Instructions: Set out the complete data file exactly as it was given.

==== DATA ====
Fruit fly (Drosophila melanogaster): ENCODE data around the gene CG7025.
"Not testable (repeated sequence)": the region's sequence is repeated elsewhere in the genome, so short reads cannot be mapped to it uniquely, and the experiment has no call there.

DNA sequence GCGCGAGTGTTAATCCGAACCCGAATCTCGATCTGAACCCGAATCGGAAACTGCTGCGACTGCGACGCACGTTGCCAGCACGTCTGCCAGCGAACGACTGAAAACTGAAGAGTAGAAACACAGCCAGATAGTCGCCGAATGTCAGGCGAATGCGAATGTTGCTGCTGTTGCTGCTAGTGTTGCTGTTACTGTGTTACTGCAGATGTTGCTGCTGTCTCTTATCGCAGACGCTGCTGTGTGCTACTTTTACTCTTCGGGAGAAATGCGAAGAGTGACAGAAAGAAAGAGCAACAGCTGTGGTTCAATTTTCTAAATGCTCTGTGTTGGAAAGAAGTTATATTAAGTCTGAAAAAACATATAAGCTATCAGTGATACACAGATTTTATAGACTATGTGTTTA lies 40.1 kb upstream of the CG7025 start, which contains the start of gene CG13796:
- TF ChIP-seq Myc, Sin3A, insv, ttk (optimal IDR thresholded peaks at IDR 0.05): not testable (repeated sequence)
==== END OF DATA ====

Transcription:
Fruit fly (Drosophila melanogaster): ENCODE data around the gene CG7025.
"Not testable (repeated sequence)": the region's sequence is repeated elsewhere in the genome, so short reads cannot be mapped to it uniquely, and the experiment has no call there.

DNA sequence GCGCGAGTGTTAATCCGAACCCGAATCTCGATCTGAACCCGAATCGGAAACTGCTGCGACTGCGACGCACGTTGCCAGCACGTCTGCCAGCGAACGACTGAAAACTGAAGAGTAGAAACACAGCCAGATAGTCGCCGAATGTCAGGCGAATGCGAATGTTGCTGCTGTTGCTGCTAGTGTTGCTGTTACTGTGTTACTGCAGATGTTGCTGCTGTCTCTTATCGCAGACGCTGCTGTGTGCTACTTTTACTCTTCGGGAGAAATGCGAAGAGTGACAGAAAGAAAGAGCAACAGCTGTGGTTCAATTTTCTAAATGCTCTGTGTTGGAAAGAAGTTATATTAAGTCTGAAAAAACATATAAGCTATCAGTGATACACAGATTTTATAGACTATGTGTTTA lies 40.1 kb upstream of the CG7025 start, which contains the start of gene CG13796:
- TF ChIP-seq Myc, Sin3A, insv, ttk (optimal IDR thresholded peaks at IDR 0.05): not testable (repeated sequence)